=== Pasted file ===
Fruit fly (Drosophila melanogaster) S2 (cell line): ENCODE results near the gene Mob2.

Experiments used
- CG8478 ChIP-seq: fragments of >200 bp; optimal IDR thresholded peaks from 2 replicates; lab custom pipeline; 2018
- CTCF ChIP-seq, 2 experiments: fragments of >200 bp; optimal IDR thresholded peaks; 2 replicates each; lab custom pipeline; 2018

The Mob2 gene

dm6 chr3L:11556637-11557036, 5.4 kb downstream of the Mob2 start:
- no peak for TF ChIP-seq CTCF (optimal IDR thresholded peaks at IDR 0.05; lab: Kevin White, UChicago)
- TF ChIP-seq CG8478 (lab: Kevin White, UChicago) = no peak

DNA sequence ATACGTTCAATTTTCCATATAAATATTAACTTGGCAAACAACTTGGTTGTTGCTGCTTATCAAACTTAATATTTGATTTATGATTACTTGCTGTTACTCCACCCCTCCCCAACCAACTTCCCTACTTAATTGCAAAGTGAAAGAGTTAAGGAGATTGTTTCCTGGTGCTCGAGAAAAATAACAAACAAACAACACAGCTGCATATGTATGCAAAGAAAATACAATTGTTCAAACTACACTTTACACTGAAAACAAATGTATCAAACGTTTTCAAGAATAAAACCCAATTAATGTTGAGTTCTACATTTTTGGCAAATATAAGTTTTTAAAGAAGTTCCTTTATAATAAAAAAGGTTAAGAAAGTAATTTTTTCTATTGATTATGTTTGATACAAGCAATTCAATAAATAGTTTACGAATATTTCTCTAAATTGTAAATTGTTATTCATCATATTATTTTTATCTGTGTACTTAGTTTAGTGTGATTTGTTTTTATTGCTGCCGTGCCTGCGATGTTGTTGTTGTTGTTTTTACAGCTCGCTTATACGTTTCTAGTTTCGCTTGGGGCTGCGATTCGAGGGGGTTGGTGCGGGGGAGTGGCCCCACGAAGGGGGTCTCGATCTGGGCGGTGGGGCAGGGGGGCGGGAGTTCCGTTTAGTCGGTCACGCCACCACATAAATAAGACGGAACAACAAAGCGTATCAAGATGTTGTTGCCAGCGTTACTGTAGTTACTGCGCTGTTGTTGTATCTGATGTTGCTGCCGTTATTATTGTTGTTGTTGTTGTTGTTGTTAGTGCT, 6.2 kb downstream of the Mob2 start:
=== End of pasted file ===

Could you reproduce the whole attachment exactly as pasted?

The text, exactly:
Fruit fly (Drosophila melanogaster) S2 (cell line): ENCODE results near the gene Mob2.

Experiments used
- CG8478 ChIP-seq: fragments of >200 bp; optimal IDR thresholded peaks from 2 replicates; lab custom pipeline; 2018
- CTCF ChIP-seq, 2 experiments: fragments of >200 bp; optimal IDR thresholded peaks; 2 replicates each; lab custom pipeline; 2018

The Mob2 gene

dm6 chr3L:11556637-11557036, 5.4 kb downstream of the Mob2 start:
- no peak for TF ChIP-seq CTCF (optimal IDR thresholded peaks at IDR 0.05; lab: Kevin White, UChicago)
- TF ChIP-seq CG8478 (lab: Kevin White, UChicago) = no peak

DNA sequence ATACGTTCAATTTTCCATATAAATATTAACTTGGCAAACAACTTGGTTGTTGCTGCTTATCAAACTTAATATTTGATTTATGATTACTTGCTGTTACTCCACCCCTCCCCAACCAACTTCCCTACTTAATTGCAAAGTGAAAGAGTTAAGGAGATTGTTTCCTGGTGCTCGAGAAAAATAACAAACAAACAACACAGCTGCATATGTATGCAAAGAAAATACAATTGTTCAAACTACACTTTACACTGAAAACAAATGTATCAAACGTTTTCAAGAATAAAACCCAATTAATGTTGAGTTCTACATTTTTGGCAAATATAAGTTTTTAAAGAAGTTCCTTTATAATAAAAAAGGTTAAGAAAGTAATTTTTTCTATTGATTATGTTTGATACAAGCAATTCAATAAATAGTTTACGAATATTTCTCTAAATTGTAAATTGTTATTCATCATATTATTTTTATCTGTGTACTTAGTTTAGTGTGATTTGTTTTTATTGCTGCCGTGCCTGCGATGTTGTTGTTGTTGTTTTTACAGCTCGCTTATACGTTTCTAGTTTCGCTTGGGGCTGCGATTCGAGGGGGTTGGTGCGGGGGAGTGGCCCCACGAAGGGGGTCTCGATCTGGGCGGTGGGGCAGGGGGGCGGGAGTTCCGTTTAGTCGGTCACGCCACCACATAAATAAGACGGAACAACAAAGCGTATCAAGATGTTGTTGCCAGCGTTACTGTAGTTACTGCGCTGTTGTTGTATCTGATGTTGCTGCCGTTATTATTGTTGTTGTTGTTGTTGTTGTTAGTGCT, 6.2 kb downstream of the Mob2 start: